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Local cycling instructor Khalil Spencer could hardly wait to finish his errands so he could get home and hop on his Salsa Lacruz bicycle to take a closer look at the new bike lanes on Diamond Drive.
With much of the final pavement laid in front of Metzgers and across from Los Alamos High School, that section of Phase 4 construction is largely history.
“Now cyclists, walkers and bus riders no longer have to feel like they are in the back of the great transportation bus,” Spencer said. “The bike lanes look as advertised, except they seem a tad narrow under the pedestrian overpass, which was done without moving the bridge. But even there I think they look at least four feet wide — at any rate, no one will have to hold their breath riding under the pedestrian bridge anymore.”
Pavement Division Manager Tom Roach said moving the pedestrian overpass would have required a total rebuild to Americans with Disabilities Act requirements.
Bike lanes are required to measure at least 5 feet and that measurement can include the gutter pan (gutter and curb) area, which measures 18 inches, said Public Works Director Kyle Zimmerman.
“I tried to give the cyclists 5 feet of asphalt everywhere feasible,” Zimmerman said. “The bike lane is also 5 feet under the pedestrian bridge but includes the gutter pan.”
Bicycles ride on the asphalt in this area, he said, with handlebars hovering in the gutter pan area.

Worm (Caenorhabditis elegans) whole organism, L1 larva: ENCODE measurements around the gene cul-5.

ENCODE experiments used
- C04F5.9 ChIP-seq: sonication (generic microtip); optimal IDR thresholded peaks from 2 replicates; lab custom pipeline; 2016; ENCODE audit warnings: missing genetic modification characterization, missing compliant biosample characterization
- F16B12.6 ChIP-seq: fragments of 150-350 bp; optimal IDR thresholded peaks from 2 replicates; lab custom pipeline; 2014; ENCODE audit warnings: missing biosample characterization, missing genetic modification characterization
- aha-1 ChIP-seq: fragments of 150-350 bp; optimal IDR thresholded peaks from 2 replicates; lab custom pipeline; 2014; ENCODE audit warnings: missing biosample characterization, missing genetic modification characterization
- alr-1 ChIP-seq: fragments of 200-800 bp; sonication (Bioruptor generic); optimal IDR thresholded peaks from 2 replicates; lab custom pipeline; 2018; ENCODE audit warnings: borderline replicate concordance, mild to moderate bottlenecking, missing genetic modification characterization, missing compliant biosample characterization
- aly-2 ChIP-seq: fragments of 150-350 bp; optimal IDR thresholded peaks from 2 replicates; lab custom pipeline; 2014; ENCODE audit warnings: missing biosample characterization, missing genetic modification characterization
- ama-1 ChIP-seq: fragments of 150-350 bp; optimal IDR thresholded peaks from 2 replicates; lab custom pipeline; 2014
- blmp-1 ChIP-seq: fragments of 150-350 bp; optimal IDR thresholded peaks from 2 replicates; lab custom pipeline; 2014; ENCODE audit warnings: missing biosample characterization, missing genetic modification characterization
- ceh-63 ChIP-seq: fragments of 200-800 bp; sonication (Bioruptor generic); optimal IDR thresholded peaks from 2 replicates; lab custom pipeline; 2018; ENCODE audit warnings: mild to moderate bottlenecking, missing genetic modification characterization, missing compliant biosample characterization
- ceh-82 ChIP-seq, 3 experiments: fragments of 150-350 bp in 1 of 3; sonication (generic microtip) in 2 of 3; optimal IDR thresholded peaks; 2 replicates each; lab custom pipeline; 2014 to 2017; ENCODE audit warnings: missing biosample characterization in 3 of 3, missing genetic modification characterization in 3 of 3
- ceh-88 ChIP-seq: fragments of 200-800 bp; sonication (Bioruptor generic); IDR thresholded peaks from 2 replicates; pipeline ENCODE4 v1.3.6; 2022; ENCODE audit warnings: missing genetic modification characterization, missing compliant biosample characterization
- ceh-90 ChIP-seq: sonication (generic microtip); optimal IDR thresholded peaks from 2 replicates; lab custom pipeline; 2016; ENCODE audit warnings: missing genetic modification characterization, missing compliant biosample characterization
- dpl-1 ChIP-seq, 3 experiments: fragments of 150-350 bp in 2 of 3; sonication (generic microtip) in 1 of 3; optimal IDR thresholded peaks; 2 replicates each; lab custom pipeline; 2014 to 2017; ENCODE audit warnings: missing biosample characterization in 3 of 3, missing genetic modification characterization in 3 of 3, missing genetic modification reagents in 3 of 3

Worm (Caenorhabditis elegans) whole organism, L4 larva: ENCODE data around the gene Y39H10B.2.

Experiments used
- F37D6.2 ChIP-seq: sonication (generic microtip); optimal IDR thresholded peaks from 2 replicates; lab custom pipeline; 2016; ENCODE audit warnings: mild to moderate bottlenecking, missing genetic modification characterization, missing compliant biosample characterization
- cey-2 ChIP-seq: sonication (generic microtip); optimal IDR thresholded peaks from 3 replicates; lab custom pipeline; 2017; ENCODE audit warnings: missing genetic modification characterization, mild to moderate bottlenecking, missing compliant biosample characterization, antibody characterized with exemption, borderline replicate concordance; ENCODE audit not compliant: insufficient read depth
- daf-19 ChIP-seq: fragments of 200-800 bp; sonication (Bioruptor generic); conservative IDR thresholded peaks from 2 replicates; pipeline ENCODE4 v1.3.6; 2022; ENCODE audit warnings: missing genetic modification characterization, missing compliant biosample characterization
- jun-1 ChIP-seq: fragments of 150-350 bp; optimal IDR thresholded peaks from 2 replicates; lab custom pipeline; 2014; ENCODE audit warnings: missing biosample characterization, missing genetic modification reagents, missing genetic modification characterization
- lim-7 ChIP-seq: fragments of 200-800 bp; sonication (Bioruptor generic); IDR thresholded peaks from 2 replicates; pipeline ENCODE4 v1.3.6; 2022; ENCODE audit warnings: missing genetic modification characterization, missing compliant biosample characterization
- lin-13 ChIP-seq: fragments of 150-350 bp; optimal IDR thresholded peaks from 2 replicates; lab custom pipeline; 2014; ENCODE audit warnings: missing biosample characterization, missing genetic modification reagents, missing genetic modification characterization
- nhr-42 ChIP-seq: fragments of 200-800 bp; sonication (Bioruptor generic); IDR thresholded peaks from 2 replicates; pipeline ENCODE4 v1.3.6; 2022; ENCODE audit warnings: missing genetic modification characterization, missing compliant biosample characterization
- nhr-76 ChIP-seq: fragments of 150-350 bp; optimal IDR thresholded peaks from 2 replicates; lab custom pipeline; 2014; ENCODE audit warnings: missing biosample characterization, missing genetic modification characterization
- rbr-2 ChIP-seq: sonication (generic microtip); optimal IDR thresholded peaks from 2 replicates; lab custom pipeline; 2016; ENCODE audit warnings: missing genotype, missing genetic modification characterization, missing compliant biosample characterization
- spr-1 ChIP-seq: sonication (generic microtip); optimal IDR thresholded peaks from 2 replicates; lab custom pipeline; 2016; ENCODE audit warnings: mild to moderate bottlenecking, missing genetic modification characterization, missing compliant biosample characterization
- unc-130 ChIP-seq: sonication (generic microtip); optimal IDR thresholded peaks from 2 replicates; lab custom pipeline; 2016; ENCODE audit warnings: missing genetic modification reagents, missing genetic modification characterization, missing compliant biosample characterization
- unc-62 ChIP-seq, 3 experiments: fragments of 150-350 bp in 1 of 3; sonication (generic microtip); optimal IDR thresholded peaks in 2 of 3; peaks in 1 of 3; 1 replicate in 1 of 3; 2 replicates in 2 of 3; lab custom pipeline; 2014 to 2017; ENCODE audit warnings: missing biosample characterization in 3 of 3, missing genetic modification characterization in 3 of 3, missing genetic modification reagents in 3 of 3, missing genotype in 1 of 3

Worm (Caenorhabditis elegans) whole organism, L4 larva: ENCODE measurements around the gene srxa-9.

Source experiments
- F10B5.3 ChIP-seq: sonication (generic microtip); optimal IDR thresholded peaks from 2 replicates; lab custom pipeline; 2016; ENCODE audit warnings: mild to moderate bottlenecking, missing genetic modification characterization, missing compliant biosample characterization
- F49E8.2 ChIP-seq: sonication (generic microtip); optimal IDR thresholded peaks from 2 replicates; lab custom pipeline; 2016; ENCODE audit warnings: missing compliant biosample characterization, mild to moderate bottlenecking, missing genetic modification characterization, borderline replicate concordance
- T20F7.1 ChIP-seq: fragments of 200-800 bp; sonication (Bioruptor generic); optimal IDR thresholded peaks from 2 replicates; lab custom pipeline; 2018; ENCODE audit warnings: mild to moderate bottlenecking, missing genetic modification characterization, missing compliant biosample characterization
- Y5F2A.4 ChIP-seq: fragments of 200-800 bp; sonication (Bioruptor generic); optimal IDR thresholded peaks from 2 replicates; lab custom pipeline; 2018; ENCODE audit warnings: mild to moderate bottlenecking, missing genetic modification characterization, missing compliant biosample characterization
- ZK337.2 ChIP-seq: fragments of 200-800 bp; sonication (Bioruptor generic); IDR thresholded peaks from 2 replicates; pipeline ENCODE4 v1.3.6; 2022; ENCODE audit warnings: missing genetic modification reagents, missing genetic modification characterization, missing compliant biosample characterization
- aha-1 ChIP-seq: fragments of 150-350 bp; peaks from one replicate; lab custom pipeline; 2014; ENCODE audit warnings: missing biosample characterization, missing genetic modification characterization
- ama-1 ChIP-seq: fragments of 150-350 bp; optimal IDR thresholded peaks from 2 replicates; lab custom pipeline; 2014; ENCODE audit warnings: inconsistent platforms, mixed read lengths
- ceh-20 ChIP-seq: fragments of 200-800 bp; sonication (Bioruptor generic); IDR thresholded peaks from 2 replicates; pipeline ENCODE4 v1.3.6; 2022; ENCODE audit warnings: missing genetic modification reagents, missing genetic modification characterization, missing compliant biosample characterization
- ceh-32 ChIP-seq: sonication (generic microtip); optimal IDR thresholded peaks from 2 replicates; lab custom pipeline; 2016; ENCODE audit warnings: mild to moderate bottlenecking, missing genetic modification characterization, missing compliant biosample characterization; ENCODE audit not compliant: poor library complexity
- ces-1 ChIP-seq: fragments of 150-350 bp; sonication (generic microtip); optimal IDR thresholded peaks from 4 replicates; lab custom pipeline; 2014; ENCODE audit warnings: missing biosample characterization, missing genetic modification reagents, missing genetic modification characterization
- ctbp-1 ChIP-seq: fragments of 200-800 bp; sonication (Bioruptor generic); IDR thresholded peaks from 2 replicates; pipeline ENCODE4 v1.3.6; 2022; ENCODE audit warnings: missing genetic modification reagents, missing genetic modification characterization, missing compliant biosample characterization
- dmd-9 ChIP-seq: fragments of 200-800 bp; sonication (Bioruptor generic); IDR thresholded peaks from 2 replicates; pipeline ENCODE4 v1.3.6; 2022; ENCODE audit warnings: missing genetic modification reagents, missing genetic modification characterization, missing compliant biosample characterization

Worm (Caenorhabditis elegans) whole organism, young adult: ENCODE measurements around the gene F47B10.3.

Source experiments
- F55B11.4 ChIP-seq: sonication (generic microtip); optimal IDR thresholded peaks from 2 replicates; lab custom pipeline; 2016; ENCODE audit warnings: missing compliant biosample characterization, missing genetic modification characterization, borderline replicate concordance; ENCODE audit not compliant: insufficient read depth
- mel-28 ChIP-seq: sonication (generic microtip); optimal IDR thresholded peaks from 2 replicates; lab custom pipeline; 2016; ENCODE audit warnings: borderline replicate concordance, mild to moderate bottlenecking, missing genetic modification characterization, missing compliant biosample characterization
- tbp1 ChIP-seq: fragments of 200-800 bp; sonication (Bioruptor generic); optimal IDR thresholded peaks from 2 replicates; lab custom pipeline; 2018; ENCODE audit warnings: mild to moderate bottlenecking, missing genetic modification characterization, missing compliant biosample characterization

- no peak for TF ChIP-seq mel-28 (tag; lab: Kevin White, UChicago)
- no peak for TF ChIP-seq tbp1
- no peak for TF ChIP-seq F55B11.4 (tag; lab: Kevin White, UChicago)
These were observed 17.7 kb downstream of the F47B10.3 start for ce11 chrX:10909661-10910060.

While most of Diamond Drive’s bike lanes are in areas with few side streets and other turning and crossing points, Spencer cautions that the bike lanes in this new section are in “a very busy area of town.”
“Cyclists and motorists must be really careful in this section to avoid the usual turning and crossing hazards typical to these installations,” he said.
Spencer gave examples such as a cyclist overtaking slower traffic on the right in the blind spot of a motorist who is about to make a right turn. A second example is a motorist overtaking a cyclist and then braking to turn right.
“Both of these common scenarios result in the cyclist hitting or being hit by the side of the car,” Spencer said. “Be careful out there — these nifty new bike lanes don’t take the place of active personal safety and smart riding. If anything, they require a higher degree of vigilance.”
The new bike lane runs 2.43 miles in each direction from the beginning of Phase 1 at the roundabout down to the end of Phase 4 at Diamond and Canyon, Zimmerman said, adding that the bike lanes will ultimately continue to and from the Omega Bridge when final construction of Phase 4 begins in the spring.